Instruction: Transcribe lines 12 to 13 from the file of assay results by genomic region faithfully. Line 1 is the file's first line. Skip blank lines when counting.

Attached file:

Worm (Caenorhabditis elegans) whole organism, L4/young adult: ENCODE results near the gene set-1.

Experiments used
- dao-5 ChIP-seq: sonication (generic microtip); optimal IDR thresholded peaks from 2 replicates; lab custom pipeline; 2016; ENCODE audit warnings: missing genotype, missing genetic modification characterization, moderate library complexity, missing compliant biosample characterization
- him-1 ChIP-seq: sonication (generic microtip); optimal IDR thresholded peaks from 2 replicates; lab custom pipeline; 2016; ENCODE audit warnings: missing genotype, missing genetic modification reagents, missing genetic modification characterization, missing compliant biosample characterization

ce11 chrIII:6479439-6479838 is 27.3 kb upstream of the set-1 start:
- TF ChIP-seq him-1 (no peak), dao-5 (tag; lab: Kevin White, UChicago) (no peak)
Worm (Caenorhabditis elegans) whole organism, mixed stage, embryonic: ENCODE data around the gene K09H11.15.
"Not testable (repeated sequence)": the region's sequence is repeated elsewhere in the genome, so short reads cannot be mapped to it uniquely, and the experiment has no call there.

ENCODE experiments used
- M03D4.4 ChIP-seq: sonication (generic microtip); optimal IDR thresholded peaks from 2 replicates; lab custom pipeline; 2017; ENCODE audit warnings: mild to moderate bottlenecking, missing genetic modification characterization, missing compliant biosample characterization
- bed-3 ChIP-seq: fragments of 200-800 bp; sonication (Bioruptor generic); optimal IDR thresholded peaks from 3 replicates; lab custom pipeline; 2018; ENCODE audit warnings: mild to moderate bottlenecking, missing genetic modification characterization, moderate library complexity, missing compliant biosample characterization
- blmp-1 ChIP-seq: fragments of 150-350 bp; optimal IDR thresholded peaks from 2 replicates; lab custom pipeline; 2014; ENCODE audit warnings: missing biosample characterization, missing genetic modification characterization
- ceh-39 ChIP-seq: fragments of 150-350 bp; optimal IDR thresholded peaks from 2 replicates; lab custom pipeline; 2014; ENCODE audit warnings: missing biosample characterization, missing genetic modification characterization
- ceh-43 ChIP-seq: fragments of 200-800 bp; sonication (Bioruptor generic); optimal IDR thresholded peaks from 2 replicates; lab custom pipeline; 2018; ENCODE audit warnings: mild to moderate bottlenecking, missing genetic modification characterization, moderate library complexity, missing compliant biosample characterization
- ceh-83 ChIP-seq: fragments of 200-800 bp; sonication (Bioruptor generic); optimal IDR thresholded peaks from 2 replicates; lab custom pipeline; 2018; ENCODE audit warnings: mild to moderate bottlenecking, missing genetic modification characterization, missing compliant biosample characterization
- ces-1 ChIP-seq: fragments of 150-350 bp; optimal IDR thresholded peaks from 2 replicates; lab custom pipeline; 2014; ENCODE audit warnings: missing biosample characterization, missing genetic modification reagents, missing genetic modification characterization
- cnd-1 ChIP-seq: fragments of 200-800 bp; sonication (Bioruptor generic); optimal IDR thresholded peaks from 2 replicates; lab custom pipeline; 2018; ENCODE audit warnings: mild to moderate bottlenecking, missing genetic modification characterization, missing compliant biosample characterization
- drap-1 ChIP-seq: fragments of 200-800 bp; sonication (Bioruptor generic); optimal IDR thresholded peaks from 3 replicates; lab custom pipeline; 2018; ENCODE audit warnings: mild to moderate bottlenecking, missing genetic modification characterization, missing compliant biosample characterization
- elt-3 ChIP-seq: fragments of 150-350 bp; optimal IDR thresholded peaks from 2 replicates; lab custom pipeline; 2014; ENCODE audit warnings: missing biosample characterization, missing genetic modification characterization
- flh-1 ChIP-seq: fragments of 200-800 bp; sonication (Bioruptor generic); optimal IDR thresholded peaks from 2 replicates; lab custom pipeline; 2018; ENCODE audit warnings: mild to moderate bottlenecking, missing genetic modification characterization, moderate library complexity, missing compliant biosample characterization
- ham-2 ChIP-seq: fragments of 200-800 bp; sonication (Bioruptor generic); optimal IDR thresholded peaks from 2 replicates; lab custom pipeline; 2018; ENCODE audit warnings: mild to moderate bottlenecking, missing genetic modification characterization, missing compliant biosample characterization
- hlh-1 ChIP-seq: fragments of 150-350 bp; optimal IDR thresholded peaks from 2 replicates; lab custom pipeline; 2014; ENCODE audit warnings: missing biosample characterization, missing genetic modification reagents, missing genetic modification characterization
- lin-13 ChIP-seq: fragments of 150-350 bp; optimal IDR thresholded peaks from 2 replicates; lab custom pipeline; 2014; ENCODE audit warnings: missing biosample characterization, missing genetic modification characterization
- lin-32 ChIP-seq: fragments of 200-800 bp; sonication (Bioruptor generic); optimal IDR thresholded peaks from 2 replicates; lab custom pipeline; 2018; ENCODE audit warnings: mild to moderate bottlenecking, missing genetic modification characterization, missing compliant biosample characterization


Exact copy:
- blmp-1 ChIP-seq: fragments of 150-350 bp; optimal IDR thresholded peaks from 2 replicates; lab custom pipeline; 2014; ENCODE audit warnings: missing biosample characterization, missing genetic modification characterization
- ceh-39 ChIP-seq: fragments of 150-350 bp; optimal IDR thresholded peaks from 2 replicates; lab custom pipeline; 2014; ENCODE audit warnings: missing biosample characterization, missing genetic modification characterization